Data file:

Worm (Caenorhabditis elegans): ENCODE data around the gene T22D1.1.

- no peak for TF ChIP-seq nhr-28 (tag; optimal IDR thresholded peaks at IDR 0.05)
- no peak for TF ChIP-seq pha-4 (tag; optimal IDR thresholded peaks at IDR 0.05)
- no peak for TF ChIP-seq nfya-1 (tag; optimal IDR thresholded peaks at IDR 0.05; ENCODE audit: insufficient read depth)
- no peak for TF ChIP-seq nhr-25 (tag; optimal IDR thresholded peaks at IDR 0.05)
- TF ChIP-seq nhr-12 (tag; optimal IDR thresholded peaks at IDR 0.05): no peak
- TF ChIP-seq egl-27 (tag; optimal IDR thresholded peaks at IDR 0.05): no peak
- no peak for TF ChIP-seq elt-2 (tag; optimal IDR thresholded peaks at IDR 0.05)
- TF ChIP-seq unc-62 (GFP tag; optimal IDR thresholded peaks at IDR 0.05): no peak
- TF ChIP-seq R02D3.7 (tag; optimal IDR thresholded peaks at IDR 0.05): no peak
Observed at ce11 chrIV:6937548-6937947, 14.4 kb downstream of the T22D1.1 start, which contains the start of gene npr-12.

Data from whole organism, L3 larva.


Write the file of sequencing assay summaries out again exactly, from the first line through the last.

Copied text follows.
Worm (Caenorhabditis elegans): ENCODE data around the gene T22D1.1.

- no peak for TF ChIP-seq nhr-28 (tag; optimal IDR thresholded peaks at IDR 0.05)
- no peak for TF ChIP-seq pha-4 (tag; optimal IDR thresholded peaks at IDR 0.05)
- no peak for TF ChIP-seq nfya-1 (tag; optimal IDR thresholded peaks at IDR 0.05; ENCODE audit: insufficient read depth)
- no peak for TF ChIP-seq nhr-25 (tag; optimal IDR thresholded peaks at IDR 0.05)
- TF ChIP-seq nhr-12 (tag; optimal IDR thresholded peaks at IDR 0.05): no peak
- TF ChIP-seq egl-27 (tag; optimal IDR thresholded peaks at IDR 0.05): no peak
- no peak for TF ChIP-seq elt-2 (tag; optimal IDR thresholded peaks at IDR 0.05)
- TF ChIP-seq unc-62 (GFP tag; optimal IDR thresholded peaks at IDR 0.05): no peak
- TF ChIP-seq R02D3.7 (tag; optimal IDR thresholded peaks at IDR 0.05): no peak
Observed at ce11 chrIV:6937548-6937947, 14.4 kb downstream of the T22D1.1 start, which contains the start of gene npr-12.

Data from whole organism, L3 larva.